One reason artificial intelligence will penetrate more deeply into some sectors of the U.S. economy than others is that the mix of jobs varies across industries.

A bar chart showing which industries will see the most or least exposure to AI. The top three industries with the most exposure to AI are professional, scientific and technical services; finance, insurance and real estate; and public administration. The top three with the least exposure are other services; managerial and administrative services; and accommodation and food services

We found in our analysis that about half of workers (52%) in the professional, scientific and technical services sector face a high degree of exposure to AI, more than double the rate for workers overall. Exposure is also much greater than average for workers in finance, insurance and real estate (37%) and public administration (36%).

At the other end of the spectrum, about half of workers (48%) in the other services sector, including repair, maintenance, personal and household services, are likely to experience little exposure to AI. More than four-in-ten workers in managerial and administrative services (45%) and accommodation and food services (43%) should see relatively minimal exposure to AI. These are sectors in which workers, like nannies, are more likely to engage in physical or social tasks. (The appendix provides a complete list of industries and their exposure to AI.)

Workers in more exposed industries see less risk to their jobs from AI

A recent Pew Research Center survey shows that many workers who are likely to see more exposure to AI do not necessarily feel their jobs are at risk. In particular, U.S. adults working in the most exposed industries are less concerned about the impact of AI on them personally.

In the survey, 16% of all U.S. adults said they think AI will help more than hurt them personally over the next 20 years, and 15% said they thought AI would hurt more than help. But workers in different industries had notably different views on this question. Our new analysis shows that about one-third (32%) of workers in the information and technology sector said that AI will help more than hurt them personally. Another 37% said AI will equally help and hurt, and only 11% said it will hurt more than help.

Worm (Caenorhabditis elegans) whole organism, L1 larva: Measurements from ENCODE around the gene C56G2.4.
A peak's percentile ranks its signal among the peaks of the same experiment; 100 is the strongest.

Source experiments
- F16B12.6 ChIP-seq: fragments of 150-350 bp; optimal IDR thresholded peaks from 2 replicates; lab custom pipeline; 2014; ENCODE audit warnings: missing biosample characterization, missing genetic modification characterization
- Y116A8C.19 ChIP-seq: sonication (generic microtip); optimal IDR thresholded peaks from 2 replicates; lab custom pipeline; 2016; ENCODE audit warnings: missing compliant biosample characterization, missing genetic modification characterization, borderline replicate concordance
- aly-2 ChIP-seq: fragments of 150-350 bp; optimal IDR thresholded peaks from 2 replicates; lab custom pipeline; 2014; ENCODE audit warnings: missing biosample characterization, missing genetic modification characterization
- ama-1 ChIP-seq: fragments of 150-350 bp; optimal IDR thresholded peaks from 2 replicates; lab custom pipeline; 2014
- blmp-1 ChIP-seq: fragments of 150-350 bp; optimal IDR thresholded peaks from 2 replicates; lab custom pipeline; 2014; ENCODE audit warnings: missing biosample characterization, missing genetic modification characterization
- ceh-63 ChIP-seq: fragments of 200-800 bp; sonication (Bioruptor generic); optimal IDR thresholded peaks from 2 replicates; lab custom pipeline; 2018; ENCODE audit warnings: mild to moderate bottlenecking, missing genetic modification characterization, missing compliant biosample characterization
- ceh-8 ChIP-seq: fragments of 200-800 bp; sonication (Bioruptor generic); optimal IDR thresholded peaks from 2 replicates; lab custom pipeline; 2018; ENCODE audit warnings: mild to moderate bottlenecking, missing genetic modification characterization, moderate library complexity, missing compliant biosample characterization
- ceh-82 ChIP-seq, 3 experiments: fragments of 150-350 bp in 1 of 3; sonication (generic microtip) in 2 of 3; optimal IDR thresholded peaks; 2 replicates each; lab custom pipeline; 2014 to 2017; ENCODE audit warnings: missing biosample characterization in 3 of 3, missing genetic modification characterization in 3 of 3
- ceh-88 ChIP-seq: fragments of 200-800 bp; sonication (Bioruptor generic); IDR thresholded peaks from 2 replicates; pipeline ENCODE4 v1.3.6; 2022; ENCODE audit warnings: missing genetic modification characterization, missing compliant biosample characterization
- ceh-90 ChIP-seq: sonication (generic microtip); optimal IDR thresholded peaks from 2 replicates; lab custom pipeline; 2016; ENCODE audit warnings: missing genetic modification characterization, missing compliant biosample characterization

Bar charts showing that workers in information and technology and other industries more exposed to AI see more help than harm from the technology

Additionally, about one-in-four workers in professional, scientific and technical services (26%) said AI will help more than hurt, and 23% in government, public administration and military said the same.

In contrast, relatively few workers in hospitality, services and arts (14%) think AI will help more than hurt them personally. Four-in-ten workers in this sector are not sure about AI’s potential impact on them, which is among the higher shares across industries. There is a similar variance in the opinion of workers across industries about whether the use of AI in the workplace will help or hurt the U.S. economy (these estimates are in the appendix).

In a recent report based on our survey, we also found that many groups expected to be more exposed to AI are more optimistic about its impact on them. Notably, Asian adults, college graduates and upper-income workers were more likely than other workers to say they think the use of AI in the workplace over the next 20 years will help more than hurt them personally at the workplace. Women were half as likely as men – 11% vs. 22% – to say this, but they were also more likely than men to say they were not sure of AI’s potential impact on them personally.